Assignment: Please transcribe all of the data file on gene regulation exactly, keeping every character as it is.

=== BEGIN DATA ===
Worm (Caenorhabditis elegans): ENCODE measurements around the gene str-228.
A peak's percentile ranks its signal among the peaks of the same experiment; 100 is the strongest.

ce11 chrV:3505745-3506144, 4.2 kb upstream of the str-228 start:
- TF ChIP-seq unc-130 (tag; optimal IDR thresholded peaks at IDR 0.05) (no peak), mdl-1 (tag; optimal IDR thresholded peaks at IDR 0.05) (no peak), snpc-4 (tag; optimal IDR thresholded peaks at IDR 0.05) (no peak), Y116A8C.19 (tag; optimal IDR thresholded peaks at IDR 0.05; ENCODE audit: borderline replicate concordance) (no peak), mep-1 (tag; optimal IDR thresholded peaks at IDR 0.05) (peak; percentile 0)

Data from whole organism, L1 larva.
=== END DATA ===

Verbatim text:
Worm (Caenorhabditis elegans): ENCODE measurements around the gene str-228.
A peak's percentile ranks its signal among the peaks of the same experiment; 100 is the strongest.

ce11 chrV:3505745-3506144, 4.2 kb upstream of the str-228 start:
- TF ChIP-seq unc-130 (tag; optimal IDR thresholded peaks at IDR 0.05) (no peak), mdl-1 (tag; optimal IDR thresholded peaks at IDR 0.05) (no peak), snpc-4 (tag; optimal IDR thresholded peaks at IDR 0.05) (no peak), Y116A8C.19 (tag; optimal IDR thresholded peaks at IDR 0.05; ENCODE audit: borderline replicate concordance) (no peak), mep-1 (tag; optimal IDR thresholded peaks at IDR 0.05) (peak; percentile 0)

Data from whole organism, L1 larva.